Amount of water produced annually from hypothetical desalination plants considered by a 2020 Binational Study of Water Desalination Opportunities in the Sea of Cortez
The amount of power required to desalinate 1 acre-foot of sea water
Amount of power used by Central Arizona Project to move 1 acre-foot of water from the Colorado River to Phoenix and Tucson
The amount of water required to generate 1 megawatt-hour of electricity from burning coal
Amount allocated for desalination projects in the Infrastructure and Jobs Act.
Estimated minimum cost to build desalination plants and associated infrastructure capable of delivering 200,000 acre feet of water per year to Arizona
$39 million to $86 million
Estimated annual costs for energy to power the desalination plant and pumps to convey the water northward
Cost to produce an acre-foot of water from the proposed desalination plant
Price for an acre-foot of water from the Central Arizona Project, which carries Colorado River water to the Phoenix and Tucson metro areas
Approximate amount of water lost from the Central Arizona Project canal via evaporation and seepage each year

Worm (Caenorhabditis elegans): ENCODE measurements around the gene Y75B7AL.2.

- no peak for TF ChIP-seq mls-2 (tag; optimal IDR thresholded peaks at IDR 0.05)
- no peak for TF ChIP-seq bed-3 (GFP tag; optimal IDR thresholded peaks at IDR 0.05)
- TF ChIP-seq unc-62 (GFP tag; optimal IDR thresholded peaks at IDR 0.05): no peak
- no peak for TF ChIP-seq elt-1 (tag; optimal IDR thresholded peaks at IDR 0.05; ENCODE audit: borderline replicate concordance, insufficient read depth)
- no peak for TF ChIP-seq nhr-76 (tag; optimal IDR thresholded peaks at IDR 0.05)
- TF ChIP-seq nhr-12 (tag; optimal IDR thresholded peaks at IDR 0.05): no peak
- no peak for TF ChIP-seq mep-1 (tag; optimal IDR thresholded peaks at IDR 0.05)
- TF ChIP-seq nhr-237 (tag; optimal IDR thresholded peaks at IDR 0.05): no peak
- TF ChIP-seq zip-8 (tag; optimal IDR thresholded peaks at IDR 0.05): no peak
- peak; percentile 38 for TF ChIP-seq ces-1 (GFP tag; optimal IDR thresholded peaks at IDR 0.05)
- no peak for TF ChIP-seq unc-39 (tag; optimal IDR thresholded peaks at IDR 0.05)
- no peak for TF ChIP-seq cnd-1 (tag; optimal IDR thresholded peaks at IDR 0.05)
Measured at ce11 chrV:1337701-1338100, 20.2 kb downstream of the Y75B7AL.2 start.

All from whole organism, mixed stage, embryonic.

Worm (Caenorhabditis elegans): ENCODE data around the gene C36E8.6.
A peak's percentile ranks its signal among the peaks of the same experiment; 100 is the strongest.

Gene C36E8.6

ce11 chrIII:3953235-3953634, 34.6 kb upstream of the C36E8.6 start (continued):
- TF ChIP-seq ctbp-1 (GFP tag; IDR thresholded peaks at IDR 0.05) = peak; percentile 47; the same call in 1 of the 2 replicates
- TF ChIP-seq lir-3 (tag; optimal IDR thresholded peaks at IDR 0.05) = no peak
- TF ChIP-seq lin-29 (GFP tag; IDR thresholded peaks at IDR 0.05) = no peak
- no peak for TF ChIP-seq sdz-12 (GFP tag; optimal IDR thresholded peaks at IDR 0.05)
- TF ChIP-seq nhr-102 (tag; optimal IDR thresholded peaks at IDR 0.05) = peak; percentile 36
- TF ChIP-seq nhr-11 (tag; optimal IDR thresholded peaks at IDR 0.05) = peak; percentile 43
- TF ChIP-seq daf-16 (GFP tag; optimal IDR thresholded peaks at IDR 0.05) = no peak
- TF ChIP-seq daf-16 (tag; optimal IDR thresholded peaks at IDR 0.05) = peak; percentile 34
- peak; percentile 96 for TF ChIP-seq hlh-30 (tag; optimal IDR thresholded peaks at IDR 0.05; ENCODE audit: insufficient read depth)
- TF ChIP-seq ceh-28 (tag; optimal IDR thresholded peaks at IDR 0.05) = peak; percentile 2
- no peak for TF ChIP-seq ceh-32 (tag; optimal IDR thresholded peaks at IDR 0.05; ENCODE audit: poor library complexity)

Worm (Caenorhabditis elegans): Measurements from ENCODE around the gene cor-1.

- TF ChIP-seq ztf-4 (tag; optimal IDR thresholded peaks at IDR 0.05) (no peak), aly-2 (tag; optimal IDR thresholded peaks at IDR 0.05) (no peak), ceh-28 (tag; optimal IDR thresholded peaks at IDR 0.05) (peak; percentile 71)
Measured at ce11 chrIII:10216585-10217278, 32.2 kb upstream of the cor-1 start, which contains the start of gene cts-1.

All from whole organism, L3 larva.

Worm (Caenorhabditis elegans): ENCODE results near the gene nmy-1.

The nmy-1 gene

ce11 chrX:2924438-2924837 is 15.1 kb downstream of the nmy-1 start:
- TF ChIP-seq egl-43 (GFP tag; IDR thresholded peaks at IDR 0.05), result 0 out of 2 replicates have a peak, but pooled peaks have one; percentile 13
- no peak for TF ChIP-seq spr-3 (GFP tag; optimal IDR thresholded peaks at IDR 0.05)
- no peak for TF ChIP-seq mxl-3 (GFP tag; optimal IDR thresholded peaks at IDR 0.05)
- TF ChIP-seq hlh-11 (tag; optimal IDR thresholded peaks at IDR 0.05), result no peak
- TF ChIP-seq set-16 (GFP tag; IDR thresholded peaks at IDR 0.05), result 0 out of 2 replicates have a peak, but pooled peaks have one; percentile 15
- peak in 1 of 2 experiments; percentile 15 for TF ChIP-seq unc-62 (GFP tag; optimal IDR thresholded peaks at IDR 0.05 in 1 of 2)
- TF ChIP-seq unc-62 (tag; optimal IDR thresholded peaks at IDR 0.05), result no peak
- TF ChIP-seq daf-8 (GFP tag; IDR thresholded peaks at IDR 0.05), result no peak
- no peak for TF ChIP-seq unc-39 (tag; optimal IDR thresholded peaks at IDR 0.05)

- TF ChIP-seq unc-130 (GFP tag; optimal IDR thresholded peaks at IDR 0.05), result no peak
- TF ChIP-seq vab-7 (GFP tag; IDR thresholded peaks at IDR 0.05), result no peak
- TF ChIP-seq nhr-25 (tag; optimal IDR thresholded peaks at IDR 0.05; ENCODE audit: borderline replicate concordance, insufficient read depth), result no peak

Southwestern Utah’s Iron County water managers also face a water-deficient future and hope to remedy it by drilling for groundwater in neighboring Beaver County. The Pine Valley Water Project would consist of 15 wells along with a solar facility, storage tanks, pipelines, and transmission lines located mostly on Bureau of Land Management acreage. The water primarily would be used for irrigation and municipal uses.
Conservationists have urged the BLM to reject the project because it would deplete Great Basin groundwater flows, possibly affecting the already-shrinking Great Salt Lake and the Fish Springs National Wildlife Refuge. It is one of a handful of proposed water projects currently on the table in Utah, including the Lake Powell Pipeline, which would also deliver water to the state’s fast-growing southwest corner.
The Pine Valley project is necessary, proponents say, because of “the lack of sufficient existing water resources within the overdrawn Cedar Valley basin to respond to growing population needs.” The state plans on handling the overallocation of Cedar Valley water by rescinding water rights “until the basin is back within safe yield estimates.” The water district claims conservation alone won’t overcome the deficit. No mention is made of limiting growth or fallowing thirsty alfalfa fields.
262 gallons per-person per-day
Amount of water the Central Iron County Water Conservancy District delivers to its customers. Each American, on average, uses about 80 gallons of water per day.
Population of Iron County, 2020, a 25 percent increase from 2010.
Tons of hay produced on Iron County farms in 2017
Acres of irrigated acreage on which hay was harvested in Iron County in 2017
Number of cattle in Iron County at the beginning of last year